Thursday, April 20, 2006

Bene Israel Community of India

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A Star of David on the sign at the entrance to Mavgav, the oldest cemetery of about 2000 years of the Bene-Israel community in India


Photo and original text from the film "Legends of the Lost Tribes" courtesy of my good friend Aran Patinkin who directed the film


                   Somewhere in the ocean of time, dozens of generations ago, perhaps hundreds, or perhaps never, seven men and seven women managed to survive a mighty storm upon the earthly seas.  These survivors, says the ancient tale, are the ancestors of the Bene Israel community of India.  Some claim that they were refugees who fled the Galilee to escape the evil decrees of King Antiochus.  Others say they were sailors from the Tribe of Zebulun, in the service of King Solomon, who sought ivory, peacocks, monkeys and other exotic delights

                   The so-called realists contend that the Bene Israel are Jews who escaped Arabia or Persia as Islam's star began to rise.  Why is this version more realistic?  God only knows When the storm died down, the survivors beheld the Konkan Coast, a fertile and hospitable land.  They buried their dead at a site near the village of Nawgaon that later became the community's cemetery. Here, they erected a monument recounting community history The Bene Israel were isolated from the rest of the Jewish world.  They did not have synagogues or sacred writings.  The only Hebrew prayer they remembered was Shema Israel, Hear, O Israel,” that they recite with great devotion, and the only biblical precepts they observed were circumcision and the Sabbath...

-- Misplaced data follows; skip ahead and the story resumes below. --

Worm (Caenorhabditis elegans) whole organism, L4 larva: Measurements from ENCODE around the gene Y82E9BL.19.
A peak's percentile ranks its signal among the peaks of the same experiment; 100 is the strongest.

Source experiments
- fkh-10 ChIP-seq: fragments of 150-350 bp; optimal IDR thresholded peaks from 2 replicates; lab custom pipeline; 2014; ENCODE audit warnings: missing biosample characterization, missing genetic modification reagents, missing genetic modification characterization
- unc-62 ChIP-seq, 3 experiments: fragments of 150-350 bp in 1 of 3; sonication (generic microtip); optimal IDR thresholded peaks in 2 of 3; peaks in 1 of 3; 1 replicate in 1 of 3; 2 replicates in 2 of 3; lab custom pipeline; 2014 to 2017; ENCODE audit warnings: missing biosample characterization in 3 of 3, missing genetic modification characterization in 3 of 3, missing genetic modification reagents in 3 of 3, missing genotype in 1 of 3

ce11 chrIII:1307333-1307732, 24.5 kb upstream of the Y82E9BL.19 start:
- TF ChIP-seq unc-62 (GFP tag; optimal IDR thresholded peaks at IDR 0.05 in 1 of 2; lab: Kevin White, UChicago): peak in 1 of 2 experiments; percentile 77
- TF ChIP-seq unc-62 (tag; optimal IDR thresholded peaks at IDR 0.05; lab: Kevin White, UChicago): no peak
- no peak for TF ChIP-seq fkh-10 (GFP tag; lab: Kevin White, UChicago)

In the eighteenth century, a Jewish merchant, David Rehavi, met the Bene Israel by chance.  At first, he was not at all certain that they were indeed Jews, so he tested them, offering their women several kinds of fish to prepare.  When he saw that they chose only the kosher varieties, he was convinced of the authenticity of their faith and decided to bring them into mainstream Judaism.

                    The synagogues built in Bene Israel villages during the nineteenth century soon became vibrant centers of community life.

                   Now that most of the community has moved to Israel, the synagogues are virtually abandoned".



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